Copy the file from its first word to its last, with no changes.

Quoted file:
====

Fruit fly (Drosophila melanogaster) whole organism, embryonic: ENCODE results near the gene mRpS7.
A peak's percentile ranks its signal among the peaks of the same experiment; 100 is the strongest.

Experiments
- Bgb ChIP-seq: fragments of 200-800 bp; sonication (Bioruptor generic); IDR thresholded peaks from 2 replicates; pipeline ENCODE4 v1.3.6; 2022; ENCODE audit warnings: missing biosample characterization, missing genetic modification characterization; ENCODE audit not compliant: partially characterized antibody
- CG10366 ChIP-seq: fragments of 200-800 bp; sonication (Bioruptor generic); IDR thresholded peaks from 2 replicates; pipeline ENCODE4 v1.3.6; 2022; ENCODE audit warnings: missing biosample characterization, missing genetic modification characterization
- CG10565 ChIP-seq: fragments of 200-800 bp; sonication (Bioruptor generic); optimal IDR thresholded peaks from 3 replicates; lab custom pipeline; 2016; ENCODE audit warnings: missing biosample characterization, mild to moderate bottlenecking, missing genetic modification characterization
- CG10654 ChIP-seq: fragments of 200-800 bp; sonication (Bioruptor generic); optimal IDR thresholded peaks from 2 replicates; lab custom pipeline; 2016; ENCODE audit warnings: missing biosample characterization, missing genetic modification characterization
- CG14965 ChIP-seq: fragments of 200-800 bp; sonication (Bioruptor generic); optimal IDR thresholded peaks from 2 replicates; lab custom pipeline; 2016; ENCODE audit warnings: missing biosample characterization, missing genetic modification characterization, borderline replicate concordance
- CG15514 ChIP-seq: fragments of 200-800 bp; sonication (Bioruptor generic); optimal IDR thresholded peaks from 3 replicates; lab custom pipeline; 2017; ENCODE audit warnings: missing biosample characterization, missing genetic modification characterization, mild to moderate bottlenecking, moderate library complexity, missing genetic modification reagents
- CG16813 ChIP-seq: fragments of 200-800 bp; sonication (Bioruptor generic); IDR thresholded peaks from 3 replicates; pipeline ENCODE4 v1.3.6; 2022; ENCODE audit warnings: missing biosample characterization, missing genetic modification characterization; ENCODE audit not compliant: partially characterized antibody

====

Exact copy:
Fruit fly (Drosophila melanogaster) whole organism, embryonic: ENCODE results near the gene mRpS7.
A peak's percentile ranks its signal among the peaks of the same experiment; 100 is the strongest.

Experiments
- Bgb ChIP-seq: fragments of 200-800 bp; sonication (Bioruptor generic); IDR thresholded peaks from 2 replicates; pipeline ENCODE4 v1.3.6; 2022; ENCODE audit warnings: missing biosample characterization, missing genetic modification characterization; ENCODE audit not compliant: partially characterized antibody
- CG10366 ChIP-seq: fragments of 200-800 bp; sonication (Bioruptor generic); IDR thresholded peaks from 2 replicates; pipeline ENCODE4 v1.3.6; 2022; ENCODE audit warnings: missing biosample characterization, missing genetic modification characterization
- CG10565 ChIP-seq: fragments of 200-800 bp; sonication (Bioruptor generic); optimal IDR thresholded peaks from 3 replicates; lab custom pipeline; 2016; ENCODE audit warnings: missing biosample characterization, mild to moderate bottlenecking, missing genetic modification characterization
- CG10654 ChIP-seq: fragments of 200-800 bp; sonication (Bioruptor generic); optimal IDR thresholded peaks from 2 replicates; lab custom pipeline; 2016; ENCODE audit warnings: missing biosample characterization, missing genetic modification characterization
- CG14965 ChIP-seq: fragments of 200-800 bp; sonication (Bioruptor generic); optimal IDR thresholded peaks from 2 replicates; lab custom pipeline; 2016; ENCODE audit warnings: missing biosample characterization, missing genetic modification characterization, borderline replicate concordance
- CG15514 ChIP-seq: fragments of 200-800 bp; sonication (Bioruptor generic); optimal IDR thresholded peaks from 3 replicates; lab custom pipeline; 2017; ENCODE audit warnings: missing biosample characterization, missing genetic modification characterization, mild to moderate bottlenecking, moderate library complexity, missing genetic modification reagents
- CG16813 ChIP-seq: fragments of 200-800 bp; sonication (Bioruptor generic); IDR thresholded peaks from 3 replicates; pipeline ENCODE4 v1.3.6; 2022; ENCODE audit warnings: missing biosample characterization, missing genetic modification characterization; ENCODE audit not compliant: partially characterized antibody